After installing new oil, of the proper amount for your engine, wait at least one hour in order to get a correct reading on your dipstick. That way it gives it time for the oil to get to the pan.
When I first bought my bus I did not know that. I stopped to fuel up, checked the oil and found it one gallon low, I added one gallon of oil. Later on I was cruising along and noticed the oil pressure was real low, I thought I must have a leak. Not at all, it was over the full mark by a lot. Not good. I do not understand why this is so, but I know it is not good. So I am very picky during the dipstick check!
If my assumptions are not correct, please let me know.

I hope this is not considered a highjacking. Shocked

Happy Trails,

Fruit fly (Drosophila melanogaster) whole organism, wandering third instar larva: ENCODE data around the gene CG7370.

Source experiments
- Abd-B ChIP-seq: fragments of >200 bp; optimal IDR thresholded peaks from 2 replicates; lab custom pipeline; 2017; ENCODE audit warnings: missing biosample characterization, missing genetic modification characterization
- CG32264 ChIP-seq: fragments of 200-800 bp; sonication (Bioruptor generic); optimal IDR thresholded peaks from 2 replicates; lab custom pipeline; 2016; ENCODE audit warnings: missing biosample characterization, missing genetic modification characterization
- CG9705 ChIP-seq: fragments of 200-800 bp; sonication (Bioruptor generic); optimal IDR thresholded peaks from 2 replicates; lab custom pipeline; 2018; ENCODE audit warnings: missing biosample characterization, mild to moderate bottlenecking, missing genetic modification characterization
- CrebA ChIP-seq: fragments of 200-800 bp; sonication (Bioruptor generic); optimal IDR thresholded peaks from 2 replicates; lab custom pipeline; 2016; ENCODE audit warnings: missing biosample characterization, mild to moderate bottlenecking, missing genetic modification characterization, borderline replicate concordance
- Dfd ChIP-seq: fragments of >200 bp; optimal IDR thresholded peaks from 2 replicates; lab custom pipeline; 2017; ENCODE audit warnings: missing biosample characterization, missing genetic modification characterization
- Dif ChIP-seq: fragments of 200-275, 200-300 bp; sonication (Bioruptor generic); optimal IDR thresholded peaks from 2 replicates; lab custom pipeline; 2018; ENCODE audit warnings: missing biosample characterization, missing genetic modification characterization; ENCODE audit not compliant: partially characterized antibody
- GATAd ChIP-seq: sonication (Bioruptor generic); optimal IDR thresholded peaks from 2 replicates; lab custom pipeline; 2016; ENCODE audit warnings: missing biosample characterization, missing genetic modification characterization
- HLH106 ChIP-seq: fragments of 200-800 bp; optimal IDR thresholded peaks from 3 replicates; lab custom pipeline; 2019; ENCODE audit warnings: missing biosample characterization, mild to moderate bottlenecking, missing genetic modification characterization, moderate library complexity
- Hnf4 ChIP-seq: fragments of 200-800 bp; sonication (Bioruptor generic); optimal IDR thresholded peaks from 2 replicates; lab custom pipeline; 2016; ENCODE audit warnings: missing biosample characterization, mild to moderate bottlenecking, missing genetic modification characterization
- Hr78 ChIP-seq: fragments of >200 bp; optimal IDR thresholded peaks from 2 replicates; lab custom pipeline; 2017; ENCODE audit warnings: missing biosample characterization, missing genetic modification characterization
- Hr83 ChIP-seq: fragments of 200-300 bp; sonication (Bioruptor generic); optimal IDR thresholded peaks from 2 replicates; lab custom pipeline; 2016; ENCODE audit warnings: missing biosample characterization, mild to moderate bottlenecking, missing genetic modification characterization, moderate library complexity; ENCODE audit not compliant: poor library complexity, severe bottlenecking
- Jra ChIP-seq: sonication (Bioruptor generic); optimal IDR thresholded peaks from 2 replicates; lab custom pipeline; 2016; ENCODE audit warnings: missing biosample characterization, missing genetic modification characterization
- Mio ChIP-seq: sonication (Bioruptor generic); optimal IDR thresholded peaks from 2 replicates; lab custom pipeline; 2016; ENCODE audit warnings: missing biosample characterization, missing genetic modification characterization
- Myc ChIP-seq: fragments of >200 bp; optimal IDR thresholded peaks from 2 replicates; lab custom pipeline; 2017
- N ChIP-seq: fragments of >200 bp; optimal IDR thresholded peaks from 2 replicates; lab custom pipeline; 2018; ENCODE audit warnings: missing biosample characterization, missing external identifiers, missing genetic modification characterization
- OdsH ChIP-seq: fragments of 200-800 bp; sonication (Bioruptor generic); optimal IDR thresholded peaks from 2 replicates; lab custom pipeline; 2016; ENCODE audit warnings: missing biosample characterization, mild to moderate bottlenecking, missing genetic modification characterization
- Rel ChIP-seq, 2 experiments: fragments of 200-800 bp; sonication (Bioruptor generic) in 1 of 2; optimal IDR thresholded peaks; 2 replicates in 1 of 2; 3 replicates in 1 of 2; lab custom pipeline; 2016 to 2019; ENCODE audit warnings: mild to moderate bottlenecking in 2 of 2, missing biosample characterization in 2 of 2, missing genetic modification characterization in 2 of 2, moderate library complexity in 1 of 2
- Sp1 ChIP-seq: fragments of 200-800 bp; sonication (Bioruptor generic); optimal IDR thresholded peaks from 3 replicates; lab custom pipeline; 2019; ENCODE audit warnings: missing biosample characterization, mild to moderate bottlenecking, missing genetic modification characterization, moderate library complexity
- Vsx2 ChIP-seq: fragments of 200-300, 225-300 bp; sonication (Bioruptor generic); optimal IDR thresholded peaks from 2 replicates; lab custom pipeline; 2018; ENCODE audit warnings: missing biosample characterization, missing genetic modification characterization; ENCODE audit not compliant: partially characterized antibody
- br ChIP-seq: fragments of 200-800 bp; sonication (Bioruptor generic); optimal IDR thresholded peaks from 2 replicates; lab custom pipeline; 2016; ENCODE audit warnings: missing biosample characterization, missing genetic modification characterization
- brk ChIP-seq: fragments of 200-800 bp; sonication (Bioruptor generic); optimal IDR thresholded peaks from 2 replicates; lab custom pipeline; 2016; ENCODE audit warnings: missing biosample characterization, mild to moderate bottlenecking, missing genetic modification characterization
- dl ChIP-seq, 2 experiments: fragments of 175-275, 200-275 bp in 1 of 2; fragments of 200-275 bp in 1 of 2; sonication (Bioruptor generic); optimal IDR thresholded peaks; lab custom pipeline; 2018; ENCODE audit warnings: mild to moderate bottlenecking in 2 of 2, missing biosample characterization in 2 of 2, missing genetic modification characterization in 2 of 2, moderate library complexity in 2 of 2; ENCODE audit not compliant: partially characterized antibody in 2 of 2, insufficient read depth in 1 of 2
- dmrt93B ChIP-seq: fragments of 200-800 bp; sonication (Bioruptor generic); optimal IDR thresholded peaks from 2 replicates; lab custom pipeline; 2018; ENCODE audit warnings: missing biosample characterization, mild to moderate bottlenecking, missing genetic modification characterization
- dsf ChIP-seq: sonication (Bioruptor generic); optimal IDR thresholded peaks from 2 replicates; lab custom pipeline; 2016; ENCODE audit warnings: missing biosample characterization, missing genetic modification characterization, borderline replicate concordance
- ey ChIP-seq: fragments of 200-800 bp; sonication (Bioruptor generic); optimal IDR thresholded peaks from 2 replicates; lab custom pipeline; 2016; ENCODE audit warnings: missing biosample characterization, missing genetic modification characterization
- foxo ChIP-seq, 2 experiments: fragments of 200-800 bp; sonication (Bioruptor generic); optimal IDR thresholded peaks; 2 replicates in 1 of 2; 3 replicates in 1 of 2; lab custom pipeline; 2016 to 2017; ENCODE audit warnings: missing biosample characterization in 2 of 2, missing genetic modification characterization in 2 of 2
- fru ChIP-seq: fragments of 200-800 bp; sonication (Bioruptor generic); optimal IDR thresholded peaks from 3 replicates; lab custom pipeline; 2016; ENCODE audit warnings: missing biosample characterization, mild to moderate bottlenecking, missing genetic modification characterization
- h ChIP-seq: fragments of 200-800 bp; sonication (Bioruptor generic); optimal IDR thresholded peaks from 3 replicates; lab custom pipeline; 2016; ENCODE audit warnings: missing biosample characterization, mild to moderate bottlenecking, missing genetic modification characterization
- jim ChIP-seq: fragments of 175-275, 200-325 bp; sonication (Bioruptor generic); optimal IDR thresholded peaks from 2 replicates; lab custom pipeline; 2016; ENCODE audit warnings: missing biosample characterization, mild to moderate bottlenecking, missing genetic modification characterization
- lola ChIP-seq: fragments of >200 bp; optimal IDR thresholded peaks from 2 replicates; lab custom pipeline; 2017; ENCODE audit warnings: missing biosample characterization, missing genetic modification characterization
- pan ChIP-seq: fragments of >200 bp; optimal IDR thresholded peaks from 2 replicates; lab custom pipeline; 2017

Paul

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pvcces
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« Reply #9 on: January 23, 2007, 09:26:18 PM »

Gary, I did some digging around on this subject and here is what I found out.

One way the oil makers cause oil to have a multiviscosity behavior is to make the oil molecules ovoid in shape, so they slide over each other easier when cold. Straight weight oil molecules are round, by comparison.

To see where this plays a role, consider the port area, where the intake air enters the cylinders. The rings have to pass over these ports, and even though it is very slight, the rings expand where they are unsupported. This means that oil film protection can fail to keep metal parts far enough apart as the rings reach the end of the ports.

With the round molecules, the minimum oil film thickness is enough to keep the rings from hitting the edge of the ports; just as important, the round molecules are a lot harder to shear than the ovoid ones. The oil in these engines seems to pick up soot faster than four stroke engines, as well. In addition, if there is any tiny abrasive in the oil, it's much easier for it to get caught between rings and liner and cause wear.